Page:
In July 1971, appellees applied to the planning commission to change the zoning of their property from R-5 to R-7. The commission held a hearing, took evidence and made findings. The commission found that the proposed change sought by appellees was not in agreement with the comprehensive plan but that an R-6 apartment classification was appropriate. The planning commission recommended to the appellant city legislative body that the zoning classification of the property of appellees be changed from R-5, single family residential, to the R-6 classification, on a condition "for provision of drainage satisfactory to the city engineers." The specific language of the planning commission's recommendation was: ". . . does hereby recommend to the Board of Aldermen of the City of Louisville that the proposed amendment of the zoning district map of Jefferson County, Kentucky, from R-5, Residential, to R-7, Apartment, on the following described property be DENIED but that this property be given an R-6 apartment classification, on condition for provision of drainage satisfactory to the city engineers." The city legislative body held a public hearing on the recommendation. Although it purported to follow the recommendation of the planning and zoning commission, the legislative body refused to effect any change in the zoning classification assigned to the appellees' property.

The appellees thereupon instituted action in the circuit court for judicial review of this disposition. During the pendency of this judicial proceeding, appellees on several occasions unsuccessfully sought approval by the legislative body of R-6 zoning in accordance with the recommendation of the planning commission and in conformity with the comprehensive land use plan. The circuit court judge declared that the action of the legislative body in refusing to grant and effect an R-6 zoning category was arbitrary. He directed the legislative body to effect the change to R-6 without qualification. Upon this appeal, the city legislative body argues that the circuit judge was without authority to grant summary judgment in view of the record presented; that the legislative body was properly acting within its power in refusing to effect the zone change and was merely acting in accordance with the recommendation of the planning commission so far as the zoning category applied for was concerned; and that the circuit court was without authority to effect de novo zoning of the property since we have declared that such action is not a judicial function.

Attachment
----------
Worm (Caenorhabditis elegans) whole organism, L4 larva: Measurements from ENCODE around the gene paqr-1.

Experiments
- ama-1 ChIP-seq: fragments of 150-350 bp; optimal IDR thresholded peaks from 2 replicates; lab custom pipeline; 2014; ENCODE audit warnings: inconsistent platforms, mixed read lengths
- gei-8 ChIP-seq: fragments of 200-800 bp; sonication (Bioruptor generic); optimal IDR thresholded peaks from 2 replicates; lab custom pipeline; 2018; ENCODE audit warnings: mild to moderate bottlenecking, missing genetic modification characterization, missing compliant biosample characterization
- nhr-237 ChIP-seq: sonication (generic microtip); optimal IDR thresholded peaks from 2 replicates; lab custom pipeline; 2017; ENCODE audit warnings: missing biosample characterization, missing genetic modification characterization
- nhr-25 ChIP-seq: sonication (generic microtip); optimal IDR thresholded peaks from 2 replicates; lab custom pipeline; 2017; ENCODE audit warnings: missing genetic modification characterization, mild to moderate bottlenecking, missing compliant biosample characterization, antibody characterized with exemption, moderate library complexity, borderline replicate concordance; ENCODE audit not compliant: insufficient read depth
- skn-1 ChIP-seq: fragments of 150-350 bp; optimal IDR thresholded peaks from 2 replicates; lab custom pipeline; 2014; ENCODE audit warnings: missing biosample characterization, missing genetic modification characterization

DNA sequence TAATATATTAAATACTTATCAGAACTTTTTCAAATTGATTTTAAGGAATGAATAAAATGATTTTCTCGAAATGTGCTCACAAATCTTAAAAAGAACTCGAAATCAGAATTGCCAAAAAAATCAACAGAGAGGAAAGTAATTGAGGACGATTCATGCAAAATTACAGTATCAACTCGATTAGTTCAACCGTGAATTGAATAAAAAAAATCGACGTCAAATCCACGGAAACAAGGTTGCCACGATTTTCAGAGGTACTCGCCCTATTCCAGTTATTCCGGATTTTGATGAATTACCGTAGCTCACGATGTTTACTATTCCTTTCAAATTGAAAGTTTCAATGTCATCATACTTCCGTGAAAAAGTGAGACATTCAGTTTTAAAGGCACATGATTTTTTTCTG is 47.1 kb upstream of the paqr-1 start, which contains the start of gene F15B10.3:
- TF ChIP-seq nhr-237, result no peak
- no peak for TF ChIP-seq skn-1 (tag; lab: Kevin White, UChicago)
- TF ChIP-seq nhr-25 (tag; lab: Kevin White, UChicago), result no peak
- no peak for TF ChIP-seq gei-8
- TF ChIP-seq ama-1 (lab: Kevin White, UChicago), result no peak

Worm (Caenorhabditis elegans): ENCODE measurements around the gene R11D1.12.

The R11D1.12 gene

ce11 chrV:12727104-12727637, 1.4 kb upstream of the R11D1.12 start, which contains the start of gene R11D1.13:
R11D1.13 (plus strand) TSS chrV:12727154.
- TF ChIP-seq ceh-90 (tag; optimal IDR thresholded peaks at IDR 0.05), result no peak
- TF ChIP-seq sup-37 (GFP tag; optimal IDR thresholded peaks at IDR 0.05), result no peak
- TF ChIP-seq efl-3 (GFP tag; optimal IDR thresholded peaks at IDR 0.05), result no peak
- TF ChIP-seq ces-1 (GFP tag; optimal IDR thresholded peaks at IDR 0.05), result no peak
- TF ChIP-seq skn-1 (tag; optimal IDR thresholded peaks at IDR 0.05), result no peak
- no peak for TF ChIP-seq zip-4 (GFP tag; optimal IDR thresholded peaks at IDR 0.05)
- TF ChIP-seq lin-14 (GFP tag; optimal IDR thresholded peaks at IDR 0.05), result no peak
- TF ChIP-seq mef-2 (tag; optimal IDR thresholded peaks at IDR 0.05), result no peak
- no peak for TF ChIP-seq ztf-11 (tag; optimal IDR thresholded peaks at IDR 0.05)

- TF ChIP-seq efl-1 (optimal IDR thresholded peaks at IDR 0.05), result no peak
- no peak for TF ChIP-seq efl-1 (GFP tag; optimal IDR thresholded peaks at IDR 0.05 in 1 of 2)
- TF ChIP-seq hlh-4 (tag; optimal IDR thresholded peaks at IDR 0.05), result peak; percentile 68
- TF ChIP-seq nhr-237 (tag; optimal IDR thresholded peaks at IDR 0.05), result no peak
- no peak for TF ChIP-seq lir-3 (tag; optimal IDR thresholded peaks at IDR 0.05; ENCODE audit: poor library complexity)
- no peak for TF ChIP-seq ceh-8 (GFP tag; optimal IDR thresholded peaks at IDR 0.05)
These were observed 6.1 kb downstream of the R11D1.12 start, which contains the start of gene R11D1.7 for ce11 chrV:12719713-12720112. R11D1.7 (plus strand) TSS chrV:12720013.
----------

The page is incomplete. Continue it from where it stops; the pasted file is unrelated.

The circuit court recited the grant of a summary judgment but we are not impressed with the argument of appellants *505 that they were prejudiced because there were genuine issues of material fact to be tried. Actually, the circuit court was confined to the record made before the planning commission and before the legislative body.[1] Therefore, the issue for decision was simply whether the action of the legislative body was arbitrary in light of the record before it when its disposition was made.

Both appellants and appellees rely upon our decision in City of Louisville v. McDonald, Ky., 470 S.W.2d 173 (1971). The appellants point to our statement in that opinion that a judicial decision to make a de novo determination that particular property should be rezoned in a particular classification is impermissible. The appellees rely upon the expression in the same opinion that where the adjudicative facts found by the planning commission do not support a decision of the legislative body when it acts without an additional hearing, the affected party has received arbitrary treatment.